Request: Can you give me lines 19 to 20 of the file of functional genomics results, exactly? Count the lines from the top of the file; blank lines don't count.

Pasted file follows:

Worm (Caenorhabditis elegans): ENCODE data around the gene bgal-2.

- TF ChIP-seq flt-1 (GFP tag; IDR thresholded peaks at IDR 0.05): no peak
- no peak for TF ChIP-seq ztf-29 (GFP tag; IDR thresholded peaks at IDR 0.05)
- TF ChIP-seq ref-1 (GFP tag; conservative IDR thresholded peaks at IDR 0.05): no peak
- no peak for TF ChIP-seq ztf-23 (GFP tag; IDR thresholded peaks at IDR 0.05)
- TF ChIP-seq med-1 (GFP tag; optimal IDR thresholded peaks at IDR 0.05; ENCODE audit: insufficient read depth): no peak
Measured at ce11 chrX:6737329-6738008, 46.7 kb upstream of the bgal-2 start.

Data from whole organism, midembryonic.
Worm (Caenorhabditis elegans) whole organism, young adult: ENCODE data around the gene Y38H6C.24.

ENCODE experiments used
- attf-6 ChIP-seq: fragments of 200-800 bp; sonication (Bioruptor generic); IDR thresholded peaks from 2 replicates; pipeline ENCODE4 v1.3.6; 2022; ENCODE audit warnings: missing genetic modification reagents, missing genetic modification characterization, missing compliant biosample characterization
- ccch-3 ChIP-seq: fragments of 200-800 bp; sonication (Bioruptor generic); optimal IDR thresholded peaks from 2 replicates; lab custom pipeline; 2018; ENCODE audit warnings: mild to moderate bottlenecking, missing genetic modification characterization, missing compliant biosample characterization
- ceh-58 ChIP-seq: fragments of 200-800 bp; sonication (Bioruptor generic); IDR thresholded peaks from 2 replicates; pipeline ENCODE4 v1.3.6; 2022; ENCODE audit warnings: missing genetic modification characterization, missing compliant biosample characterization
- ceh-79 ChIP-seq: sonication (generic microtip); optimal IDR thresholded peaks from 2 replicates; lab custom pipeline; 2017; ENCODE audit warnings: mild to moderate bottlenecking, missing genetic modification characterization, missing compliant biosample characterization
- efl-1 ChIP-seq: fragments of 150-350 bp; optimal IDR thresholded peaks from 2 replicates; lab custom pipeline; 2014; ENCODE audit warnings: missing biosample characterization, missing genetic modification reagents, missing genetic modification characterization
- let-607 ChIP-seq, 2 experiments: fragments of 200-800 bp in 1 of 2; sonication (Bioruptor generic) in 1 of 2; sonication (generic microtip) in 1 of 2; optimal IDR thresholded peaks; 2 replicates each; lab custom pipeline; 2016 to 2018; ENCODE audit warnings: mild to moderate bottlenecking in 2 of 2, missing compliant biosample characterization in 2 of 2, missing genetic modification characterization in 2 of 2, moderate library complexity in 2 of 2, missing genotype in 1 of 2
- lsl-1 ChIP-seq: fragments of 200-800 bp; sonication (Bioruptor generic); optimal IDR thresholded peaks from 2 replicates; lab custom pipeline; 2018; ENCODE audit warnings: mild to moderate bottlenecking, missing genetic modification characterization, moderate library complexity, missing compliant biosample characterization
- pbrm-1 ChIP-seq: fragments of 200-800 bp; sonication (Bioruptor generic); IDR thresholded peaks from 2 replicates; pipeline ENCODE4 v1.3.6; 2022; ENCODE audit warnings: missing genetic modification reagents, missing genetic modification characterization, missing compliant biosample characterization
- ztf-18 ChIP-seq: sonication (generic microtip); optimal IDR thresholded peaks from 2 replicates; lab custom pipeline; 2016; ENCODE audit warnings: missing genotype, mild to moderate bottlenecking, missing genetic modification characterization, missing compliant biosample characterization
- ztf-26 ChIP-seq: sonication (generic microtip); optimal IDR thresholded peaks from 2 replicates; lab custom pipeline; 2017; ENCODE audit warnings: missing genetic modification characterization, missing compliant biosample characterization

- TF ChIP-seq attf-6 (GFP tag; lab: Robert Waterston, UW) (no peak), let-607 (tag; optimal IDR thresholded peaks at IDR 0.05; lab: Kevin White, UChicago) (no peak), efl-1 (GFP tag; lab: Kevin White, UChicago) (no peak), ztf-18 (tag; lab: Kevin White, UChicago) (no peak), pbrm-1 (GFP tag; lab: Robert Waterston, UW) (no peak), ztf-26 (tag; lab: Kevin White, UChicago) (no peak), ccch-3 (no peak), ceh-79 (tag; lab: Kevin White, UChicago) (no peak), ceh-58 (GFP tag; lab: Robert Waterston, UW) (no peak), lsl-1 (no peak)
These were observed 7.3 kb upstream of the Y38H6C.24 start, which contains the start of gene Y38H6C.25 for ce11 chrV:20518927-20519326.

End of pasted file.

- ztf-18 ChIP-seq: sonication (generic microtip); optimal IDR thresholded peaks from 2 replicates; lab custom pipeline; 2016; ENCODE audit warnings: missing genotype, mild to moderate bottlenecking, missing genetic modification characterization, missing compliant biosample characterization
- ztf-26 ChIP-seq: sonication (generic microtip); optimal IDR thresholded peaks from 2 replicates; lab custom pipeline; 2017; ENCODE audit warnings: missing genetic modification characterization, missing compliant biosample characterization